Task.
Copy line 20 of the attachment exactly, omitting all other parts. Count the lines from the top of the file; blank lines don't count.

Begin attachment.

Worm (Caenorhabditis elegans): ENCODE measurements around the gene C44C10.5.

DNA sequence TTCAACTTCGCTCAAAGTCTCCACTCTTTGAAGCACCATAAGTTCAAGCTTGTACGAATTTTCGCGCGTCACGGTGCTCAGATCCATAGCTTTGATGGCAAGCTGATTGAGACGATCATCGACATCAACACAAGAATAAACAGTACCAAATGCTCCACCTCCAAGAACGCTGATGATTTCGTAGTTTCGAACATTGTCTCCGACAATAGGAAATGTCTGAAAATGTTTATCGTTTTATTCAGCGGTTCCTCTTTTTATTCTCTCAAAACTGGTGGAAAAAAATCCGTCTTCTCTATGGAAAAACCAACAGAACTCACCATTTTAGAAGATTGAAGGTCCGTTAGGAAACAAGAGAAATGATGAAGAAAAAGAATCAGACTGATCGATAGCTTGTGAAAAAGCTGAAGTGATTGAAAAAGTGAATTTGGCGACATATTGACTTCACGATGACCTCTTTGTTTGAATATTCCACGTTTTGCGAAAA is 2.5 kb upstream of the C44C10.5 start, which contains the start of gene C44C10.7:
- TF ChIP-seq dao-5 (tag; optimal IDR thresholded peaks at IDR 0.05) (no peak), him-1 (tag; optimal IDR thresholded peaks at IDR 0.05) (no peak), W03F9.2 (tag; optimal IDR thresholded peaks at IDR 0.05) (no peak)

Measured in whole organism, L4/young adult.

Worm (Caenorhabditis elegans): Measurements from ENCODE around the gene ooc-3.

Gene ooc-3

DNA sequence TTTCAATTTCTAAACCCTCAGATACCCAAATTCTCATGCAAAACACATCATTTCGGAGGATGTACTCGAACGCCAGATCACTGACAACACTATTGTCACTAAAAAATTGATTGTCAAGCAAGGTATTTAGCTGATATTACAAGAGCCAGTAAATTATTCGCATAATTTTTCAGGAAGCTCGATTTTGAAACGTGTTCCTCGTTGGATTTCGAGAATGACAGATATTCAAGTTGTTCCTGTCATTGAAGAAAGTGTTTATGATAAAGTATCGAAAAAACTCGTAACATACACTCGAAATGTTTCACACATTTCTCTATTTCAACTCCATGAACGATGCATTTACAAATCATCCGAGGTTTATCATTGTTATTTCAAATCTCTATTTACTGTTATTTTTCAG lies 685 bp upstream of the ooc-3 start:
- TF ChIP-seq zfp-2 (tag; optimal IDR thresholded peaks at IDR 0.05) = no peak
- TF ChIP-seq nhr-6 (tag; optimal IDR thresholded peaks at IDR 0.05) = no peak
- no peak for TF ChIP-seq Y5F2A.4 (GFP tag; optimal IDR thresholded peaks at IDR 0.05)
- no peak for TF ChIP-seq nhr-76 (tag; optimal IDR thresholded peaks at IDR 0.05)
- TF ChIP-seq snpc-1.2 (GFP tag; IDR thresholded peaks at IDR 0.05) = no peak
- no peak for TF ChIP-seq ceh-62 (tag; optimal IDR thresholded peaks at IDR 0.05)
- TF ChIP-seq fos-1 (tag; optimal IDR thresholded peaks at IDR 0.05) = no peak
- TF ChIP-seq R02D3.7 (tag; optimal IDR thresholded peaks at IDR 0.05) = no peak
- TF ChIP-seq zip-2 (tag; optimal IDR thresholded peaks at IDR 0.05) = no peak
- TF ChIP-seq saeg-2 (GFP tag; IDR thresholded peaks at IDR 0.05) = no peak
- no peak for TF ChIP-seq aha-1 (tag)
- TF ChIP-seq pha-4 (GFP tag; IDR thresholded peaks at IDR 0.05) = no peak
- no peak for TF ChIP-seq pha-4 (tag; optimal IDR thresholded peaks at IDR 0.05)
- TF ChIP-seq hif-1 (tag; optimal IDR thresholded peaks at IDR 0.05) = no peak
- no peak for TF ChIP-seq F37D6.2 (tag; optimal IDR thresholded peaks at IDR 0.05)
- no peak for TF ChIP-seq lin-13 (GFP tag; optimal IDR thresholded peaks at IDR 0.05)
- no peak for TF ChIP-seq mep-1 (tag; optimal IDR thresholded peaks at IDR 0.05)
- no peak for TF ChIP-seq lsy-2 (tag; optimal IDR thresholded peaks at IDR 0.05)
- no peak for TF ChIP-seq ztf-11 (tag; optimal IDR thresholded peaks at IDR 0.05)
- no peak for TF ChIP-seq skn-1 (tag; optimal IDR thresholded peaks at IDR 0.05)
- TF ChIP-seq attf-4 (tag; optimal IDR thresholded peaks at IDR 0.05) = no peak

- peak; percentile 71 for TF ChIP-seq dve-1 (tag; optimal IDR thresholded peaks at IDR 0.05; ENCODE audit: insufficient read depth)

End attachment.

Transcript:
- no peak for TF ChIP-seq pha-4 (tag; optimal IDR thresholded peaks at IDR 0.05)